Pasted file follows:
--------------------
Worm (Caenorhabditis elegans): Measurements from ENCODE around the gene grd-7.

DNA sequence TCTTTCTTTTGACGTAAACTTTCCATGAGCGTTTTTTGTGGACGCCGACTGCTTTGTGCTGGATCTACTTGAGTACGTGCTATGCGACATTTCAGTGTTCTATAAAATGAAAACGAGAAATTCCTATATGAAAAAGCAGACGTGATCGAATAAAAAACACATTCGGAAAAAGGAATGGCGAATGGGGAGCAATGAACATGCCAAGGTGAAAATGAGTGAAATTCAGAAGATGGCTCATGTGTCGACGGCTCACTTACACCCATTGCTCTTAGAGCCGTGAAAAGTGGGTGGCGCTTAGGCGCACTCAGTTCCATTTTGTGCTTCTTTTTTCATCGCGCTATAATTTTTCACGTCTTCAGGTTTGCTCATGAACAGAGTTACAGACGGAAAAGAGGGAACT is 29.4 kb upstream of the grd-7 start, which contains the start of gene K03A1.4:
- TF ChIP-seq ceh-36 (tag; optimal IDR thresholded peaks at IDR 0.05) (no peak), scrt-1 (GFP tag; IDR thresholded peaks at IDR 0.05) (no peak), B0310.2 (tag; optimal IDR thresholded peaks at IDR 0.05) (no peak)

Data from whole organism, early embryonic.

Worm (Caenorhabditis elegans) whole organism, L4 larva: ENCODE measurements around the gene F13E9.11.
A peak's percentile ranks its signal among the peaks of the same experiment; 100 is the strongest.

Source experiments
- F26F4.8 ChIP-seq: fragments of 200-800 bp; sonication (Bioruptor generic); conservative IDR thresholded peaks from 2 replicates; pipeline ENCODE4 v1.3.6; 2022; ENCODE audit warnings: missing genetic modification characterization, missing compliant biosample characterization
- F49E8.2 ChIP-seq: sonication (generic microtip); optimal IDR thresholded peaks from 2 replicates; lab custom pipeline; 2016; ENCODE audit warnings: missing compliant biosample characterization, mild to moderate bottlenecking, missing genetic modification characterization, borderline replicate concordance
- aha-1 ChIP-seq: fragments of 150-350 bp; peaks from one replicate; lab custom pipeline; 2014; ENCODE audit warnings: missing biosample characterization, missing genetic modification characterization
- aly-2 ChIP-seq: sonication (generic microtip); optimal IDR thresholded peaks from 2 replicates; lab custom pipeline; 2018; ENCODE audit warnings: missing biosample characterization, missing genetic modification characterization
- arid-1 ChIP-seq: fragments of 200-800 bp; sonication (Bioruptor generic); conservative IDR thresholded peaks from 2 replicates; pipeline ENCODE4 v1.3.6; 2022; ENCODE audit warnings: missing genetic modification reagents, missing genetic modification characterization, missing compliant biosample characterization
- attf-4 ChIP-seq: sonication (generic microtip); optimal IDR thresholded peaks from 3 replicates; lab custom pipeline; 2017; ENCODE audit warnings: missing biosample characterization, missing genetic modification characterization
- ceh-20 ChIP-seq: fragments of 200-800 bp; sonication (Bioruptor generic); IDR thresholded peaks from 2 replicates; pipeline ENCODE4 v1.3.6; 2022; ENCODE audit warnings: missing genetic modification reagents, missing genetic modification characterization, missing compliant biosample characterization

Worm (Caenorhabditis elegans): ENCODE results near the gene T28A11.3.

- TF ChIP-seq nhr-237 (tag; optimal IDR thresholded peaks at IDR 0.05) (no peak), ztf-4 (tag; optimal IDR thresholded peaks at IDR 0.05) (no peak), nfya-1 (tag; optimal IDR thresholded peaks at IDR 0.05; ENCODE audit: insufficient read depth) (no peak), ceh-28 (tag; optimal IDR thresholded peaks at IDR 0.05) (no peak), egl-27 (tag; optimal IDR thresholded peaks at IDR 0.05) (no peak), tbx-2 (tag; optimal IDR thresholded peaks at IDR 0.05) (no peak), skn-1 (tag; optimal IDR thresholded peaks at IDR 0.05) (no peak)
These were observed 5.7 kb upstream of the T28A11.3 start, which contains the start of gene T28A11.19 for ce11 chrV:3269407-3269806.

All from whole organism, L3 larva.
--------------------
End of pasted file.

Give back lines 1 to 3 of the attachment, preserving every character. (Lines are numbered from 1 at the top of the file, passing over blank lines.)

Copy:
Worm (Caenorhabditis elegans): Measurements from ENCODE around the gene grd-7.

DNA sequence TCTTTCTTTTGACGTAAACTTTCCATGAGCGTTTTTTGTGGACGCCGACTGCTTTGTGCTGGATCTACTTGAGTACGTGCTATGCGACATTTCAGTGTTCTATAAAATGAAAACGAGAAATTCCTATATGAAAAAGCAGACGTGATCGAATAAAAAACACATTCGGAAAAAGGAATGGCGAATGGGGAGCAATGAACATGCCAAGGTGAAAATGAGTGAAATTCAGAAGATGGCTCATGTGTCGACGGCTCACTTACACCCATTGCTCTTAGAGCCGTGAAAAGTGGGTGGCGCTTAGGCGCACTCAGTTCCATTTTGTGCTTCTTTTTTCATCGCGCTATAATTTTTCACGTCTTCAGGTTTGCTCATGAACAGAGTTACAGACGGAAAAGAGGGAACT is 29.4 kb upstream of the grd-7 start, which contains the start of gene K03A1.4:
- TF ChIP-seq ceh-36 (tag; optimal IDR thresholded peaks at IDR 0.05) (no peak), scrt-1 (GFP tag; IDR thresholded peaks at IDR 0.05) (no peak), B0310.2 (tag; optimal IDR thresholded peaks at IDR 0.05) (no peak)